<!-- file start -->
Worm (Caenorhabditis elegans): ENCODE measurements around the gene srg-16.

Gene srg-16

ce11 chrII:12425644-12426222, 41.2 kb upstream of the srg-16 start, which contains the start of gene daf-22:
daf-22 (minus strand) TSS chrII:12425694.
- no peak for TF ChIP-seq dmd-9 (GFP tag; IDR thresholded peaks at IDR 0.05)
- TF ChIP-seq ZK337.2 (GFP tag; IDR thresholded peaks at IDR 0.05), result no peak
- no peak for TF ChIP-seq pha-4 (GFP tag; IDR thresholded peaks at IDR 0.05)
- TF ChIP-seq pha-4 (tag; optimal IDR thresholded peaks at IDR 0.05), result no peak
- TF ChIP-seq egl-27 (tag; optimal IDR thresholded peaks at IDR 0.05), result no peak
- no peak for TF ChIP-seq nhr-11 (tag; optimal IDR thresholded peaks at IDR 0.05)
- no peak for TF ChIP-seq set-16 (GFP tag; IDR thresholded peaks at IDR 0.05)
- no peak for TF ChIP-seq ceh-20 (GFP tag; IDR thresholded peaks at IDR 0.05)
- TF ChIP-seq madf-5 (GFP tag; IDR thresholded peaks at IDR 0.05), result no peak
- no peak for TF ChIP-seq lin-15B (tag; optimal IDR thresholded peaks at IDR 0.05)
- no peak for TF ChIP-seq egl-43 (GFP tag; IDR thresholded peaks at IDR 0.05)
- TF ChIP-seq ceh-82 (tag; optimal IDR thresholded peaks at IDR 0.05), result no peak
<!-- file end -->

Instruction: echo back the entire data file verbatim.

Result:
Worm (Caenorhabditis elegans): ENCODE measurements around the gene srg-16.

Gene srg-16

ce11 chrII:12425644-12426222, 41.2 kb upstream of the srg-16 start, which contains the start of gene daf-22:
daf-22 (minus strand) TSS chrII:12425694.
- no peak for TF ChIP-seq dmd-9 (GFP tag; IDR thresholded peaks at IDR 0.05)
- TF ChIP-seq ZK337.2 (GFP tag; IDR thresholded peaks at IDR 0.05), result no peak
- no peak for TF ChIP-seq pha-4 (GFP tag; IDR thresholded peaks at IDR 0.05)
- TF ChIP-seq pha-4 (tag; optimal IDR thresholded peaks at IDR 0.05), result no peak
- TF ChIP-seq egl-27 (tag; optimal IDR thresholded peaks at IDR 0.05), result no peak
- no peak for TF ChIP-seq nhr-11 (tag; optimal IDR thresholded peaks at IDR 0.05)
- no peak for TF ChIP-seq set-16 (GFP tag; IDR thresholded peaks at IDR 0.05)
- no peak for TF ChIP-seq ceh-20 (GFP tag; IDR thresholded peaks at IDR 0.05)
- TF ChIP-seq madf-5 (GFP tag; IDR thresholded peaks at IDR 0.05), result no peak
- no peak for TF ChIP-seq lin-15B (tag; optimal IDR thresholded peaks at IDR 0.05)
- no peak for TF ChIP-seq egl-43 (GFP tag; IDR thresholded peaks at IDR 0.05)
- TF ChIP-seq ceh-82 (tag; optimal IDR thresholded peaks at IDR 0.05), result no peak